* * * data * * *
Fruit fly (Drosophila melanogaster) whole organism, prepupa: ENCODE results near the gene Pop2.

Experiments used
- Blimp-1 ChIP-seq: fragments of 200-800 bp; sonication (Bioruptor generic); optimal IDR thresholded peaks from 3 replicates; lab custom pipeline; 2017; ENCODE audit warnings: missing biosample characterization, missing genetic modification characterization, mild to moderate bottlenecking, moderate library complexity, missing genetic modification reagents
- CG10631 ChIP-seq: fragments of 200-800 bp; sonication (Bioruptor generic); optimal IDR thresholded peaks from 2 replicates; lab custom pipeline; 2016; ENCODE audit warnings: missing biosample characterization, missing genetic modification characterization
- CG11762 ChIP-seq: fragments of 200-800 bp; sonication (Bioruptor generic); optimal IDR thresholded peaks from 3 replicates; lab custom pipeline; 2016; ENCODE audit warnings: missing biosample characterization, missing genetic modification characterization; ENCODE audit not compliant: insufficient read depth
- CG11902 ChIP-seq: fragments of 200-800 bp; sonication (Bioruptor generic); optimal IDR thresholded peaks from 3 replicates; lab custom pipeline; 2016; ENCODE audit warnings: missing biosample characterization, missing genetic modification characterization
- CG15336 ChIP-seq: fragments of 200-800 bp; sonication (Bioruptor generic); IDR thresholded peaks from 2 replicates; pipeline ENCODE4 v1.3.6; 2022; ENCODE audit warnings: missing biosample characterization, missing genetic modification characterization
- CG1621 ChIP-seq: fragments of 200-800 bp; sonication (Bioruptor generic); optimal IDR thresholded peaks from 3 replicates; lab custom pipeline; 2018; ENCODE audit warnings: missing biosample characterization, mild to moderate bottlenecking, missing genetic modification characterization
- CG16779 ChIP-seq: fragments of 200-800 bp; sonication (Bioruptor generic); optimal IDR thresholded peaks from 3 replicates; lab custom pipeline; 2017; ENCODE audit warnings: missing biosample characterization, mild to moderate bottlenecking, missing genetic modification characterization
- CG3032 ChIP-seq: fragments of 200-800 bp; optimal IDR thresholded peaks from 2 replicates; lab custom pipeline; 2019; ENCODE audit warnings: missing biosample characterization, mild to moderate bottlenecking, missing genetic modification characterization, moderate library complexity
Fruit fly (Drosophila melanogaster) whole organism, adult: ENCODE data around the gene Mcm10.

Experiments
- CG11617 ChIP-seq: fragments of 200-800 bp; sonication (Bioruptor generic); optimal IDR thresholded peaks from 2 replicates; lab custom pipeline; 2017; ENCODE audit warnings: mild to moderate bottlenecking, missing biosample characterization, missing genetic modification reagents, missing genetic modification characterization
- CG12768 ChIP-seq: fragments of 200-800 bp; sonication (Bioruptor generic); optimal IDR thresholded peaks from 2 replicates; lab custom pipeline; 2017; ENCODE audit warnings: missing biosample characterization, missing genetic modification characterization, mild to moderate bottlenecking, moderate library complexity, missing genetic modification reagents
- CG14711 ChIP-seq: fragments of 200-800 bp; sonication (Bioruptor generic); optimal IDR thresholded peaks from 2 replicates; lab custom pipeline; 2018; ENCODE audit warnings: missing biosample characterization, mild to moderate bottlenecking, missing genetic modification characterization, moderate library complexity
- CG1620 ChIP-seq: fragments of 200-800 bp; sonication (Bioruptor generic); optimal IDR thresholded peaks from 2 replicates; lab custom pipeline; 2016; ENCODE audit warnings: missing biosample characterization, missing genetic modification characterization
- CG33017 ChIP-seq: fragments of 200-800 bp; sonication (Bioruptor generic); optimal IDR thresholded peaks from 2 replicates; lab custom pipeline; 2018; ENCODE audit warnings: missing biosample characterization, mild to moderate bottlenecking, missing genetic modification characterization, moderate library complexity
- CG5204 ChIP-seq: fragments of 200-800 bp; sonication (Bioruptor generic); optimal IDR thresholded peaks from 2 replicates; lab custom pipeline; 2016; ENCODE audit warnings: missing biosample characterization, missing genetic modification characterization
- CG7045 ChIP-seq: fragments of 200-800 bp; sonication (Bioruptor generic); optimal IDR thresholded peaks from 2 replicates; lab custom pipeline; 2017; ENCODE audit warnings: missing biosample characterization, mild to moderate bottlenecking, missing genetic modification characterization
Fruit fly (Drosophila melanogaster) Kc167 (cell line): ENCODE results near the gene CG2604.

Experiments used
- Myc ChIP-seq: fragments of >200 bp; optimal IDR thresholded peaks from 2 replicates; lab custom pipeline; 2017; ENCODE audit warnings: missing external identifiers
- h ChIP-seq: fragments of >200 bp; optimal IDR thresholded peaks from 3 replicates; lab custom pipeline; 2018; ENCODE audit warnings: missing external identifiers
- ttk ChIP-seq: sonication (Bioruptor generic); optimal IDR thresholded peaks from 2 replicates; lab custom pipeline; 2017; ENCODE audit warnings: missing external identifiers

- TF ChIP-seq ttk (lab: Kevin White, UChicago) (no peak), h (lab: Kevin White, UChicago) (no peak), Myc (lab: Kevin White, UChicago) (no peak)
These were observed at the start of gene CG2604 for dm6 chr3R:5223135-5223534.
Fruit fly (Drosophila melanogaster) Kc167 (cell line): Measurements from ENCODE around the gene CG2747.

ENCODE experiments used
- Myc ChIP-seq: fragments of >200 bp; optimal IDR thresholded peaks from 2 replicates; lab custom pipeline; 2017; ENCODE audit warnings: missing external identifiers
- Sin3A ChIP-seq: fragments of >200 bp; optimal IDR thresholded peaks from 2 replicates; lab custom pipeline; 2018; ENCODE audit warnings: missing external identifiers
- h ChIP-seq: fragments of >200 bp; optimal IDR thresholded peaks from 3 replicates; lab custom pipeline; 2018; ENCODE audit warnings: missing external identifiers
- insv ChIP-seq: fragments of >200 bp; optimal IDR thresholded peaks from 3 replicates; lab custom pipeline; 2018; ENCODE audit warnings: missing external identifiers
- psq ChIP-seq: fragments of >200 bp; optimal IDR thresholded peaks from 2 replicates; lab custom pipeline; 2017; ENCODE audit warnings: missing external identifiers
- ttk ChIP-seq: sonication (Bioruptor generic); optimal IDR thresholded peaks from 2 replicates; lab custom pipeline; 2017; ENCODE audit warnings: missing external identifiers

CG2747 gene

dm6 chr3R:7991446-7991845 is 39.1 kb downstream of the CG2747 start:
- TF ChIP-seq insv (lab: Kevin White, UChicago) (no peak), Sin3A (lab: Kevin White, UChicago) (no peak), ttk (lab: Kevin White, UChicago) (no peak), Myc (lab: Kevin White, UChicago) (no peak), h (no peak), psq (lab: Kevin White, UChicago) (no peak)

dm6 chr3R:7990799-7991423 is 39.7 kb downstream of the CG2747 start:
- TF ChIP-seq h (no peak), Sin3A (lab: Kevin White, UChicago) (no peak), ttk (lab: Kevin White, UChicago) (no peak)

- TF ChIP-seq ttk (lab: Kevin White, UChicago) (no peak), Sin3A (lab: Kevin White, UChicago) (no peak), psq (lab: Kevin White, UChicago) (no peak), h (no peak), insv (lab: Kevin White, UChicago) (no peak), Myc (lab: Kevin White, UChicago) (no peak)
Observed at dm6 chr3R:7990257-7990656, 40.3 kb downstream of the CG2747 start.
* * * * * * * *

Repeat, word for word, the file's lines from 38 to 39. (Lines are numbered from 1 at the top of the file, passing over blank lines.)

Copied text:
dm6 chr3R:7990799-7991423 is 39.7 kb downstream of the CG2747 start:
- TF ChIP-seq h (no peak), Sin3A (lab: Kevin White, UChicago) (no peak), ttk (lab: Kevin White, UChicago) (no peak)